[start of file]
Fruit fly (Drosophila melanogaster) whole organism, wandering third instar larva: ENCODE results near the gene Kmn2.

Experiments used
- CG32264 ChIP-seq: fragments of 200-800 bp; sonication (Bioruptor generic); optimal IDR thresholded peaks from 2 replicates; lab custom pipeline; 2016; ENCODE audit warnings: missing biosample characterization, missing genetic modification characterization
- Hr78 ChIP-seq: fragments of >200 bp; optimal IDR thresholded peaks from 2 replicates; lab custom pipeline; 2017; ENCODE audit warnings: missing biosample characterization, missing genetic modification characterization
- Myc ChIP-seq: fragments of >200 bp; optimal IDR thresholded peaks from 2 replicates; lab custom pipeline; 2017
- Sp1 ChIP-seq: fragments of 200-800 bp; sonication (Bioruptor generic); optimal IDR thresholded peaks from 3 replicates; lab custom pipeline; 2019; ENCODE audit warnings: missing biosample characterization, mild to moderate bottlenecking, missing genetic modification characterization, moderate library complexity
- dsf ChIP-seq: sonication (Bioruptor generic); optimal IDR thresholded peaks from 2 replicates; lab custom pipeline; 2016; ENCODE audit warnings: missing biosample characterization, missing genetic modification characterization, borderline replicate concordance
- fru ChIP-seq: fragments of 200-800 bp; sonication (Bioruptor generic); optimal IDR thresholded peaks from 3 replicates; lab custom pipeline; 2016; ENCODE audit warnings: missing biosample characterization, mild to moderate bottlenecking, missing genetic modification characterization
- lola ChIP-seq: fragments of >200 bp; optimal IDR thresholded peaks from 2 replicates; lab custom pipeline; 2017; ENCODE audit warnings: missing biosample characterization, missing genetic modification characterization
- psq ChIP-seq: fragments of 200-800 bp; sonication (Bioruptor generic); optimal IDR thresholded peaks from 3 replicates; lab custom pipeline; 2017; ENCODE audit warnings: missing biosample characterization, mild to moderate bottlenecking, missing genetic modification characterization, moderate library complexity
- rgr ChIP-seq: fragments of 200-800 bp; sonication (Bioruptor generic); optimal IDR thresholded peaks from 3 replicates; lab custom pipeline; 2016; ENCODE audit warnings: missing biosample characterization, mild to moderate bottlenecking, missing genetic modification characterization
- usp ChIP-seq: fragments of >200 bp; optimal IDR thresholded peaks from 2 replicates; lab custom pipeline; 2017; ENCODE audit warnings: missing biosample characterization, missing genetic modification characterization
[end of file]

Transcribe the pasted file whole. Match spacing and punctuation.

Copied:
Fruit fly (Drosophila melanogaster) whole organism, wandering third instar larva: ENCODE results near the gene Kmn2.

Experiments used
- CG32264 ChIP-seq: fragments of 200-800 bp; sonication (Bioruptor generic); optimal IDR thresholded peaks from 2 replicates; lab custom pipeline; 2016; ENCODE audit warnings: missing biosample characterization, missing genetic modification characterization
- Hr78 ChIP-seq: fragments of >200 bp; optimal IDR thresholded peaks from 2 replicates; lab custom pipeline; 2017; ENCODE audit warnings: missing biosample characterization, missing genetic modification characterization
- Myc ChIP-seq: fragments of >200 bp; optimal IDR thresholded peaks from 2 replicates; lab custom pipeline; 2017
- Sp1 ChIP-seq: fragments of 200-800 bp; sonication (Bioruptor generic); optimal IDR thresholded peaks from 3 replicates; lab custom pipeline; 2019; ENCODE audit warnings: missing biosample characterization, mild to moderate bottlenecking, missing genetic modification characterization, moderate library complexity
- dsf ChIP-seq: sonication (Bioruptor generic); optimal IDR thresholded peaks from 2 replicates; lab custom pipeline; 2016; ENCODE audit warnings: missing biosample characterization, missing genetic modification characterization, borderline replicate concordance
- fru ChIP-seq: fragments of 200-800 bp; sonication (Bioruptor generic); optimal IDR thresholded peaks from 3 replicates; lab custom pipeline; 2016; ENCODE audit warnings: missing biosample characterization, mild to moderate bottlenecking, missing genetic modification characterization
- lola ChIP-seq: fragments of >200 bp; optimal IDR thresholded peaks from 2 replicates; lab custom pipeline; 2017; ENCODE audit warnings: missing biosample characterization, missing genetic modification characterization
- psq ChIP-seq: fragments of 200-800 bp; sonication (Bioruptor generic); optimal IDR thresholded peaks from 3 replicates; lab custom pipeline; 2017; ENCODE audit warnings: missing biosample characterization, mild to moderate bottlenecking, missing genetic modification characterization, moderate library complexity
- rgr ChIP-seq: fragments of 200-800 bp; sonication (Bioruptor generic); optimal IDR thresholded peaks from 3 replicates; lab custom pipeline; 2016; ENCODE audit warnings: missing biosample characterization, mild to moderate bottlenecking, missing genetic modification characterization
- usp ChIP-seq: fragments of >200 bp; optimal IDR thresholded peaks from 2 replicates; lab custom pipeline; 2017; ENCODE audit warnings: missing biosample characterization, missing genetic modification characterization